Iceland could lift ban on gay men donating blood
Iceland’s Ministry of Health is reportedly considering changing the regulations that ban gay and bisexual men from giving blood.
Iceland currently has a blanket ban on men who have sex with men (MSM) donating blood.
The country’s review of the ban comes after Denmark announced that gay and bisexual men who have not had sex with another man for four months will be able to donate blood from 2019.
At present, there is a blanket ban on men who have sex with men donating blood in Denmark.
Meanwhile, in the UK, men who have sex with men are required to abstain from oral and anal sex with other men for three months in order to give blood, after the government relaxed regulations last year.
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Previously, gay and bisexual men in Britain had to refrain from having gay sex for 12 months in order to give blood.
Many countries across the worldwide still require gay, bisexual and transgender men to be celibate for a certain period of time—in the US and Canada this is 12 months—before they can give blood.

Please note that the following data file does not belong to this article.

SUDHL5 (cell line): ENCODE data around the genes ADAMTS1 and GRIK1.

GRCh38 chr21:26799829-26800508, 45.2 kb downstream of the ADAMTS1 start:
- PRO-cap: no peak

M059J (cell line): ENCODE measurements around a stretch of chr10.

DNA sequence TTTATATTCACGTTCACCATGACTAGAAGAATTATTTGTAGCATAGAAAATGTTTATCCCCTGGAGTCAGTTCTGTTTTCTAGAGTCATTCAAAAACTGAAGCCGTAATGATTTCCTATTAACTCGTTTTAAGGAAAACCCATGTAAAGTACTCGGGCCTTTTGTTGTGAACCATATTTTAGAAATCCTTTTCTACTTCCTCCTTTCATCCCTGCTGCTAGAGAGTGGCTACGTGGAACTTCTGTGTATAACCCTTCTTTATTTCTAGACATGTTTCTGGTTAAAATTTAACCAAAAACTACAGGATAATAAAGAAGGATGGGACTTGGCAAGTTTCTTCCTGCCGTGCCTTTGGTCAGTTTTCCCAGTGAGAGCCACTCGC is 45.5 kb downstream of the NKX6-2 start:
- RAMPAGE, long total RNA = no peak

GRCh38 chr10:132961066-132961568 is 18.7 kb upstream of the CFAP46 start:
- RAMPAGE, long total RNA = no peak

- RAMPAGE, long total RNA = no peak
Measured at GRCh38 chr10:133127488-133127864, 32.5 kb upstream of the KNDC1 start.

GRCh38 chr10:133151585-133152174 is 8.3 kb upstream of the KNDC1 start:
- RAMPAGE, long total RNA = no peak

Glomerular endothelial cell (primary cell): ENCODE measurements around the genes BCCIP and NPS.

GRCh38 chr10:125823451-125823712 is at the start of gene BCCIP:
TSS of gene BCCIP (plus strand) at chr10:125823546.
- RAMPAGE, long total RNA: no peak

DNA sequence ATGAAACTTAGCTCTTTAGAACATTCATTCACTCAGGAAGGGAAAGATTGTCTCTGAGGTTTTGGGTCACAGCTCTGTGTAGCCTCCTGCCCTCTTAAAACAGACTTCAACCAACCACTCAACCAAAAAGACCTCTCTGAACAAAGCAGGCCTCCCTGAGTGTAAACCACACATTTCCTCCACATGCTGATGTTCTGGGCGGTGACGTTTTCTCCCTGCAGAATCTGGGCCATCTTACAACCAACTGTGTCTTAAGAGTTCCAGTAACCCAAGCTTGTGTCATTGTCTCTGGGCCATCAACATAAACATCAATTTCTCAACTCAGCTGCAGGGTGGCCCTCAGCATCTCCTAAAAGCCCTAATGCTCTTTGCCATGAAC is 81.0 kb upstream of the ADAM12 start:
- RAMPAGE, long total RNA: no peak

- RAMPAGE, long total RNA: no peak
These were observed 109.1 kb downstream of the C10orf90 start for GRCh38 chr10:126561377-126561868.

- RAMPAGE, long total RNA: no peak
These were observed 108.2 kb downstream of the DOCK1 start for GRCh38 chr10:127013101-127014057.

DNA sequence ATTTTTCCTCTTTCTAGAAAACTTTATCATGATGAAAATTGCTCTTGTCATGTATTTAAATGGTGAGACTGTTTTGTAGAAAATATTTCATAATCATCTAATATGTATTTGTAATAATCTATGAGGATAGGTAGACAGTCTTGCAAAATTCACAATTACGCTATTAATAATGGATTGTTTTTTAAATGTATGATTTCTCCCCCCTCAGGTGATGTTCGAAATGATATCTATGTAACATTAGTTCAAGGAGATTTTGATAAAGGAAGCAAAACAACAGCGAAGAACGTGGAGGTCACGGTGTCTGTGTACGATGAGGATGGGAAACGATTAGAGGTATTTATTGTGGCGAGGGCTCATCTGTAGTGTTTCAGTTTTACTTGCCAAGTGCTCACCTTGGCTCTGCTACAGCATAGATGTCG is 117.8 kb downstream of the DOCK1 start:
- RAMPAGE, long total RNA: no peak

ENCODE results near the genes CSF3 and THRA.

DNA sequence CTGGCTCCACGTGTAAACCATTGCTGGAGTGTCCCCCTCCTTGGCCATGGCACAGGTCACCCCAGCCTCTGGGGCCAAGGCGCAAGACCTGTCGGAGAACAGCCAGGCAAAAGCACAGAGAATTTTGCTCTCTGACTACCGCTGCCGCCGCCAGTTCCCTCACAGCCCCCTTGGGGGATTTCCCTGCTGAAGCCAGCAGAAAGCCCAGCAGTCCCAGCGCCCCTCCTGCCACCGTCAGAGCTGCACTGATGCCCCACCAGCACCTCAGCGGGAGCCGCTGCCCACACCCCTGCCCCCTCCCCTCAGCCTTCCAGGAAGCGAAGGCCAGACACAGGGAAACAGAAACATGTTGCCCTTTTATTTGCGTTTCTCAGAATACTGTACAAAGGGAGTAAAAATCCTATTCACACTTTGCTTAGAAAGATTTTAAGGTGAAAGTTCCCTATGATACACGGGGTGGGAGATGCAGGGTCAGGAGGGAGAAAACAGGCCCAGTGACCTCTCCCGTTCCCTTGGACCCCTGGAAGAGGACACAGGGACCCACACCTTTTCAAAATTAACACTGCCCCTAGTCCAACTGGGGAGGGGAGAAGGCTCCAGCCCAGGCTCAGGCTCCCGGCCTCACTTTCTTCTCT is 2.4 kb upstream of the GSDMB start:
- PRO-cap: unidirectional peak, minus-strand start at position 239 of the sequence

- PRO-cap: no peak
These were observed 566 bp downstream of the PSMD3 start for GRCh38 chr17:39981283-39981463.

Some of these bans are in place because previous research has found that gay and bisexual men are the demographic with the highest number of new HIV infections.
However, scientific advances and better medical screening processes have meant that some nations have been able to relax the deferral period for gay and bisexual men donating blood.
In June, LGBT+ activists launched an initiative aimed at raising awareness of discriminatory blood donating policies in Canada, Brazil, Australia, Germany and the US.
A study by UCLA Williams Institute study in 2014 found that lifting the time limit on gay and bi men donating blood in the US could save up to a million lives annually.